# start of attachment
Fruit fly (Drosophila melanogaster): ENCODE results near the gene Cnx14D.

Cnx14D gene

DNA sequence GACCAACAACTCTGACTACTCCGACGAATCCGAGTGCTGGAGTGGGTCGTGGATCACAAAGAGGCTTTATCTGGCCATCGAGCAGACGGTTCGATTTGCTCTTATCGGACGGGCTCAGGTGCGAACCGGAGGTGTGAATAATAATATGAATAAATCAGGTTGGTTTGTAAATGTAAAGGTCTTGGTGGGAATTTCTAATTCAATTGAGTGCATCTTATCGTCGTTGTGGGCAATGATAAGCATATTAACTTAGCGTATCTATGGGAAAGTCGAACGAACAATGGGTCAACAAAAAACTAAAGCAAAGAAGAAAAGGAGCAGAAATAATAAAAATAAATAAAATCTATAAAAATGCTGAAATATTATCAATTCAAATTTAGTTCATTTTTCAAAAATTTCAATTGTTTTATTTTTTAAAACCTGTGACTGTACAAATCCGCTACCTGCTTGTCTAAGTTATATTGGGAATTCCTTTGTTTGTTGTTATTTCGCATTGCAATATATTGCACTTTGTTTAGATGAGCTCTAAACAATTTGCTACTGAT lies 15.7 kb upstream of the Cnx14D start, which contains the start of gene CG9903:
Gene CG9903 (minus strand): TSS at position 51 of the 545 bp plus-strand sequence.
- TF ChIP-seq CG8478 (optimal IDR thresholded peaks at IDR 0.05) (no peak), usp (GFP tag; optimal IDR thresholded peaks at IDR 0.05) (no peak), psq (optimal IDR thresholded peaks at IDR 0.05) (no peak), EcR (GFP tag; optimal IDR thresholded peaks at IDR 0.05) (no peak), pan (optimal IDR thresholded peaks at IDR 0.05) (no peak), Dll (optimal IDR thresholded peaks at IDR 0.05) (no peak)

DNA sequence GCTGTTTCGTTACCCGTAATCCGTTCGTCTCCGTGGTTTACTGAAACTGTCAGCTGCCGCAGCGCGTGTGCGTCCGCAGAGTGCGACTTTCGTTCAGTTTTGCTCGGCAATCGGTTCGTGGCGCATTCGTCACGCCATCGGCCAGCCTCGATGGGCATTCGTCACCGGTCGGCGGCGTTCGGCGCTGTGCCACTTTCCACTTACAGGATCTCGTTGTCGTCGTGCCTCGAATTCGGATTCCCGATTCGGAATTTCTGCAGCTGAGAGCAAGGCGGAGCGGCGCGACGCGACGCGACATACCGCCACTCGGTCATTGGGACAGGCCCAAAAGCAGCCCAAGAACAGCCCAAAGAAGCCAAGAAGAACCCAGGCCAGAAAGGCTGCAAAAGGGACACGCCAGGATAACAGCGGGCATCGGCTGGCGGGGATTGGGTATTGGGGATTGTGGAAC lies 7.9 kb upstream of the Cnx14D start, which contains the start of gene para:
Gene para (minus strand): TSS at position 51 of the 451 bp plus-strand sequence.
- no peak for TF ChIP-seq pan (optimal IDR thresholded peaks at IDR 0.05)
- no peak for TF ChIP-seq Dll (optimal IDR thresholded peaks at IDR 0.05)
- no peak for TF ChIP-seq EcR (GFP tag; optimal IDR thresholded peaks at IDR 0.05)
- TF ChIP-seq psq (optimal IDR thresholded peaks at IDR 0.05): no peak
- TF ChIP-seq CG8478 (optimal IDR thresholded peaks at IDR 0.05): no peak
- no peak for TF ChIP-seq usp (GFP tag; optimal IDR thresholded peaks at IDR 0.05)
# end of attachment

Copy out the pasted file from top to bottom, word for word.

Fruit fly (Drosophila melanogaster): ENCODE results near the gene Cnx14D.

Cnx14D gene

DNA sequence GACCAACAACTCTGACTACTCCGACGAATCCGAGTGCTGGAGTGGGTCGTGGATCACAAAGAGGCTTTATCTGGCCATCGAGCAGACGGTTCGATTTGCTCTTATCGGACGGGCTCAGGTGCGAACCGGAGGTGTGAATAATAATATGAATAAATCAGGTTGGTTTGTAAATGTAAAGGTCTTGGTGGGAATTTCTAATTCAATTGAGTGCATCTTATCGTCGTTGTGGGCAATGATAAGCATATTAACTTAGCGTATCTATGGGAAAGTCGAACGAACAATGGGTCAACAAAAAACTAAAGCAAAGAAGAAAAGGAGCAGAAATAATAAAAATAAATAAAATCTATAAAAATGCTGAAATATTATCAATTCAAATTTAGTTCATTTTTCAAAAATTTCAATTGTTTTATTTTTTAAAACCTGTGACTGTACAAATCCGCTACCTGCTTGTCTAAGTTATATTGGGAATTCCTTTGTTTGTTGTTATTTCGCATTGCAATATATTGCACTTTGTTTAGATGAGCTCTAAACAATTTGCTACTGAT lies 15.7 kb upstream of the Cnx14D start, which contains the start of gene CG9903:
Gene CG9903 (minus strand): TSS at position 51 of the 545 bp plus-strand sequence.
- TF ChIP-seq CG8478 (optimal IDR thresholded peaks at IDR 0.05) (no peak), usp (GFP tag; optimal IDR thresholded peaks at IDR 0.05) (no peak), psq (optimal IDR thresholded peaks at IDR 0.05) (no peak), EcR (GFP tag; optimal IDR thresholded peaks at IDR 0.05) (no peak), pan (optimal IDR thresholded peaks at IDR 0.05) (no peak), Dll (optimal IDR thresholded peaks at IDR 0.05) (no peak)

DNA sequence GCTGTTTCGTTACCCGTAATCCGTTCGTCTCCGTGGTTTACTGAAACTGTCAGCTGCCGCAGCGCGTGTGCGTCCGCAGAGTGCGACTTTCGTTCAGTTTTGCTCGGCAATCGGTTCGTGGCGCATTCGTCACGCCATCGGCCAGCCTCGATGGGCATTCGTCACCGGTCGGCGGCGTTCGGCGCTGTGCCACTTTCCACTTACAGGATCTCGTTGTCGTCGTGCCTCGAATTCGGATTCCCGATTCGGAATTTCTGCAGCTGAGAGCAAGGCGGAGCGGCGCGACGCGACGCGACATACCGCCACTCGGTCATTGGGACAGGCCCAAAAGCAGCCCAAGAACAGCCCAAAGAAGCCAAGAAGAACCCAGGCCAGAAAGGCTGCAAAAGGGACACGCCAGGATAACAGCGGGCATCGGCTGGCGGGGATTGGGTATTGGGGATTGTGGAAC lies 7.9 kb upstream of the Cnx14D start, which contains the start of gene para:
Gene para (minus strand): TSS at position 51 of the 451 bp plus-strand sequence.
- no peak for TF ChIP-seq pan (optimal IDR thresholded peaks at IDR 0.05)
- no peak for TF ChIP-seq Dll (optimal IDR thresholded peaks at IDR 0.05)
- no peak for TF ChIP-seq EcR (GFP tag; optimal IDR thresholded peaks at IDR 0.05)
- TF ChIP-seq psq (optimal IDR thresholded peaks at IDR 0.05): no peak
- TF ChIP-seq CG8478 (optimal IDR thresholded peaks at IDR 0.05): no peak
- no peak for TF ChIP-seq usp (GFP tag; optimal IDR thresholded peaks at IDR 0.05)